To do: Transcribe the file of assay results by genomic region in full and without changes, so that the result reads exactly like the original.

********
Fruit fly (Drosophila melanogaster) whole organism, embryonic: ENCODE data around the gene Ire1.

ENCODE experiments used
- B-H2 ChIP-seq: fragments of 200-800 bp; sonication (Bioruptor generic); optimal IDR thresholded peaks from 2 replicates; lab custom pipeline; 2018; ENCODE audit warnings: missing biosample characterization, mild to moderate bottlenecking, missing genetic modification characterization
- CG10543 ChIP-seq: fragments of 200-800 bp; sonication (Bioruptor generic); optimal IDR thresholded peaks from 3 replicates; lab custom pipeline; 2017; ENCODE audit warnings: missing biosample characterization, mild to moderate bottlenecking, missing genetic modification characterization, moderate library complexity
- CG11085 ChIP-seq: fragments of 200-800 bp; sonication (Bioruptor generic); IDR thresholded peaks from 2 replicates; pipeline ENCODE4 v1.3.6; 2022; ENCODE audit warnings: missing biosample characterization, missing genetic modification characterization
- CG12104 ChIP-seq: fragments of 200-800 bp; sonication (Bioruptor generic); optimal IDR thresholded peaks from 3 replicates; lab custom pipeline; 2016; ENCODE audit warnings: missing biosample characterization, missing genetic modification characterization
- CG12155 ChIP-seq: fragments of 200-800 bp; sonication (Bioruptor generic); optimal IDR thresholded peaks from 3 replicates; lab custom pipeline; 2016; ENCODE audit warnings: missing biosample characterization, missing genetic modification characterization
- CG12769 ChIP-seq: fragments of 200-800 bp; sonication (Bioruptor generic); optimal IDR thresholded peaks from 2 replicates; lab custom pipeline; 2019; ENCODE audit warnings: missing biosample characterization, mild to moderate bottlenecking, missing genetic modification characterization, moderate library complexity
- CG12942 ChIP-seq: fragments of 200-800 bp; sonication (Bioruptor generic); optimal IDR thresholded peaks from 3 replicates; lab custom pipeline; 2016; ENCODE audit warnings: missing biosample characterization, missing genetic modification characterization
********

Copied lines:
Fruit fly (Drosophila melanogaster) whole organism, embryonic: ENCODE data around the gene Ire1.

ENCODE experiments used
- B-H2 ChIP-seq: fragments of 200-800 bp; sonication (Bioruptor generic); optimal IDR thresholded peaks from 2 replicates; lab custom pipeline; 2018; ENCODE audit warnings: missing biosample characterization, mild to moderate bottlenecking, missing genetic modification characterization
- CG10543 ChIP-seq: fragments of 200-800 bp; sonication (Bioruptor generic); optimal IDR thresholded peaks from 3 replicates; lab custom pipeline; 2017; ENCODE audit warnings: missing biosample characterization, mild to moderate bottlenecking, missing genetic modification characterization, moderate library complexity
- CG11085 ChIP-seq: fragments of 200-800 bp; sonication (Bioruptor generic); IDR thresholded peaks from 2 replicates; pipeline ENCODE4 v1.3.6; 2022; ENCODE audit warnings: missing biosample characterization, missing genetic modification characterization
- CG12104 ChIP-seq: fragments of 200-800 bp; sonication (Bioruptor generic); optimal IDR thresholded peaks from 3 replicates; lab custom pipeline; 2016; ENCODE audit warnings: missing biosample characterization, missing genetic modification characterization
- CG12155 ChIP-seq: fragments of 200-800 bp; sonication (Bioruptor generic); optimal IDR thresholded peaks from 3 replicates; lab custom pipeline; 2016; ENCODE audit warnings: missing biosample characterization, missing genetic modification characterization
- CG12769 ChIP-seq: fragments of 200-800 bp; sonication (Bioruptor generic); optimal IDR thresholded peaks from 2 replicates; lab custom pipeline; 2019; ENCODE audit warnings: missing biosample characterization, mild to moderate bottlenecking, missing genetic modification characterization, moderate library complexity
- CG12942 ChIP-seq: fragments of 200-800 bp; sonication (Bioruptor generic); optimal IDR thresholded peaks from 3 replicates; lab custom pipeline; 2016; ENCODE audit warnings: missing biosample characterization, missing genetic modification characterization